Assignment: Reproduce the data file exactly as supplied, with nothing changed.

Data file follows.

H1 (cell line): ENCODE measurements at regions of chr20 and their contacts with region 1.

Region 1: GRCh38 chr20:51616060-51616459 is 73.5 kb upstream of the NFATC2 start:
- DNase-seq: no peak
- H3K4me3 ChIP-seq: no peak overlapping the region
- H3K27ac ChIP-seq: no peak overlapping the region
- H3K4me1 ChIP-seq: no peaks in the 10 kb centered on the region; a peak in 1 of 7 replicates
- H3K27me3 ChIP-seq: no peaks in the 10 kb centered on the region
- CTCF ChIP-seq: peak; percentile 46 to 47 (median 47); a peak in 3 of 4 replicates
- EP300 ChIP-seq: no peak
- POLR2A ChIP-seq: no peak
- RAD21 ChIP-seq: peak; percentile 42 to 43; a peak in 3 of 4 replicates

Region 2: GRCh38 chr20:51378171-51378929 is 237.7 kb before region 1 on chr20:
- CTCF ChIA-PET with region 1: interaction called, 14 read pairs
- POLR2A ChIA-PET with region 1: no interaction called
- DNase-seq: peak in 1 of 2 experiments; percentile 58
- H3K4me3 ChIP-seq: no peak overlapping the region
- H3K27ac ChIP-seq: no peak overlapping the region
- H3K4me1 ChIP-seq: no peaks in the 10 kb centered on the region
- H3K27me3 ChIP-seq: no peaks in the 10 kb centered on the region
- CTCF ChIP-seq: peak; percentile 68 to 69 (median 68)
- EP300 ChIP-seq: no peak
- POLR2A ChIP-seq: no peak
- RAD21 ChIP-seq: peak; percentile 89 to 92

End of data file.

H1 (cell line): ENCODE measurements at regions of chr20 and their contacts with region 1.

Region 1: GRCh38 chr20:51616060-51616459 is 73.5 kb upstream of the NFATC2 start:
- DNase-seq: no peak
- H3K4me3 ChIP-seq: no peak overlapping the region
- H3K27ac ChIP-seq: no peak overlapping the region
- H3K4me1 ChIP-seq: no peaks in the 10 kb centered on the region; a peak in 1 of 7 replicates
- H3K27me3 ChIP-seq: no peaks in the 10 kb centered on the region
- CTCF ChIP-seq: peak; percentile 46 to 47 (median 47); a peak in 3 of 4 replicates
- EP300 ChIP-seq: no peak
- POLR2A ChIP-seq: no peak
- RAD21 ChIP-seq: peak; percentile 42 to 43; a peak in 3 of 4 replicates

Region 2: GRCh38 chr20:51378171-51378929 is 237.7 kb before region 1 on chr20:
- CTCF ChIA-PET with region 1: interaction called, 14 read pairs
- POLR2A ChIA-PET with region 1: no interaction called
- DNase-seq: peak in 1 of 2 experiments; percentile 58
- H3K4me3 ChIP-seq: no peak overlapping the region
- H3K27ac ChIP-seq: no peak overlapping the region
- H3K4me1 ChIP-seq: no peaks in the 10 kb centered on the region
- H3K27me3 ChIP-seq: no peaks in the 10 kb centered on the region
- CTCF ChIP-seq: peak; percentile 68 to 69 (median 68)
- EP300 ChIP-seq: no peak
- POLR2A ChIP-seq: no peak
- RAD21 ChIP-seq: peak; percentile 89 to 92